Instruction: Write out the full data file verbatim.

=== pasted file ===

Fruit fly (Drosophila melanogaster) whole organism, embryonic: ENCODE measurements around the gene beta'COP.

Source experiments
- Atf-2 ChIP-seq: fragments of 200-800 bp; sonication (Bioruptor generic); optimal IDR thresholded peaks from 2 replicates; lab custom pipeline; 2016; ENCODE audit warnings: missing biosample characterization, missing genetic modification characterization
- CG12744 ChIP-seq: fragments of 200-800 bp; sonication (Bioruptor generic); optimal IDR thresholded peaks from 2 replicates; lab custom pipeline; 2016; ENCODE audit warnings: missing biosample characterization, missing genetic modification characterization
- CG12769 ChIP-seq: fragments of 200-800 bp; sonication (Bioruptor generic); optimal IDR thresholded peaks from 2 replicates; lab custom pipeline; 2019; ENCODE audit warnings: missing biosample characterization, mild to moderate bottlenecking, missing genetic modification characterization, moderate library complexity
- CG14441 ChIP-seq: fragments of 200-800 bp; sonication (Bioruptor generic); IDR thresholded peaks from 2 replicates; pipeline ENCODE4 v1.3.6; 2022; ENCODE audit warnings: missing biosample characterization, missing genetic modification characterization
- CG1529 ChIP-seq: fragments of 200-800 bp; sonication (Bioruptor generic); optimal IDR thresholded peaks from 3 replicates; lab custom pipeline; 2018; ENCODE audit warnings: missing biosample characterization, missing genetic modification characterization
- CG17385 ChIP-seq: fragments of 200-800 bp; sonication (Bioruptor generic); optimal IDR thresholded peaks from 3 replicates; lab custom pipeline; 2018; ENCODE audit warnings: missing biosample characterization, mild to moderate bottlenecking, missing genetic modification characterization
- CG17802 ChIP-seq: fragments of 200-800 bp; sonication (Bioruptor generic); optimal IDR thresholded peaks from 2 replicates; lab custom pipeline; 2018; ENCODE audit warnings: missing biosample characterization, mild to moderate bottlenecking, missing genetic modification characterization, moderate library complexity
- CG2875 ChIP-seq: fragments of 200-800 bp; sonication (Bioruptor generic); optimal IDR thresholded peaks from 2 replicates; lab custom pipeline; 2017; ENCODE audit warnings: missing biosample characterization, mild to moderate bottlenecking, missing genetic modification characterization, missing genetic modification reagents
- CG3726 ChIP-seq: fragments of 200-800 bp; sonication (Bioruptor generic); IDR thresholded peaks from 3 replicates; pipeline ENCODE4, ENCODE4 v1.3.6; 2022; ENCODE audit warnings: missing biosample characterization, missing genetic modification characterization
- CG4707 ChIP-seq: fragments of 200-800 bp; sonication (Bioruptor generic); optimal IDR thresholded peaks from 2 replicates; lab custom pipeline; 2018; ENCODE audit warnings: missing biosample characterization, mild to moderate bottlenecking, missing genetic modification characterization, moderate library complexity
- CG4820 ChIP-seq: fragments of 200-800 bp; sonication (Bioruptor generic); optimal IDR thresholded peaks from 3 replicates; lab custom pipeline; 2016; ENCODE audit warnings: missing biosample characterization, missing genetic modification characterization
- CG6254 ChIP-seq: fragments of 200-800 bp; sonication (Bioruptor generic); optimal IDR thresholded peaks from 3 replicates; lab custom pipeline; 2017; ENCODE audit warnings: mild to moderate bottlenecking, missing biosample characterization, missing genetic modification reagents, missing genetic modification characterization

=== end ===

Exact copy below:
Fruit fly (Drosophila melanogaster) whole organism, embryonic: ENCODE measurements around the gene beta'COP.

Source experiments
- Atf-2 ChIP-seq: fragments of 200-800 bp; sonication (Bioruptor generic); optimal IDR thresholded peaks from 2 replicates; lab custom pipeline; 2016; ENCODE audit warnings: missing biosample characterization, missing genetic modification characterization
- CG12744 ChIP-seq: fragments of 200-800 bp; sonication (Bioruptor generic); optimal IDR thresholded peaks from 2 replicates; lab custom pipeline; 2016; ENCODE audit warnings: missing biosample characterization, missing genetic modification characterization
- CG12769 ChIP-seq: fragments of 200-800 bp; sonication (Bioruptor generic); optimal IDR thresholded peaks from 2 replicates; lab custom pipeline; 2019; ENCODE audit warnings: missing biosample characterization, mild to moderate bottlenecking, missing genetic modification characterization, moderate library complexity
- CG14441 ChIP-seq: fragments of 200-800 bp; sonication (Bioruptor generic); IDR thresholded peaks from 2 replicates; pipeline ENCODE4 v1.3.6; 2022; ENCODE audit warnings: missing biosample characterization, missing genetic modification characterization
- CG1529 ChIP-seq: fragments of 200-800 bp; sonication (Bioruptor generic); optimal IDR thresholded peaks from 3 replicates; lab custom pipeline; 2018; ENCODE audit warnings: missing biosample characterization, missing genetic modification characterization
- CG17385 ChIP-seq: fragments of 200-800 bp; sonication (Bioruptor generic); optimal IDR thresholded peaks from 3 replicates; lab custom pipeline; 2018; ENCODE audit warnings: missing biosample characterization, mild to moderate bottlenecking, missing genetic modification characterization
- CG17802 ChIP-seq: fragments of 200-800 bp; sonication (Bioruptor generic); optimal IDR thresholded peaks from 2 replicates; lab custom pipeline; 2018; ENCODE audit warnings: missing biosample characterization, mild to moderate bottlenecking, missing genetic modification characterization, moderate library complexity
- CG2875 ChIP-seq: fragments of 200-800 bp; sonication (Bioruptor generic); optimal IDR thresholded peaks from 2 replicates; lab custom pipeline; 2017; ENCODE audit warnings: missing biosample characterization, mild to moderate bottlenecking, missing genetic modification characterization, missing genetic modification reagents
- CG3726 ChIP-seq: fragments of 200-800 bp; sonication (Bioruptor generic); IDR thresholded peaks from 3 replicates; pipeline ENCODE4, ENCODE4 v1.3.6; 2022; ENCODE audit warnings: missing biosample characterization, missing genetic modification characterization
- CG4707 ChIP-seq: fragments of 200-800 bp; sonication (Bioruptor generic); optimal IDR thresholded peaks from 2 replicates; lab custom pipeline; 2018; ENCODE audit warnings: missing biosample characterization, mild to moderate bottlenecking, missing genetic modification characterization, moderate library complexity
- CG4820 ChIP-seq: fragments of 200-800 bp; sonication (Bioruptor generic); optimal IDR thresholded peaks from 3 replicates; lab custom pipeline; 2016; ENCODE audit warnings: missing biosample characterization, missing genetic modification characterization
- CG6254 ChIP-seq: fragments of 200-800 bp; sonication (Bioruptor generic); optimal IDR thresholded peaks from 3 replicates; lab custom pipeline; 2017; ENCODE audit warnings: mild to moderate bottlenecking, missing biosample characterization, missing genetic modification reagents, missing genetic modification characterization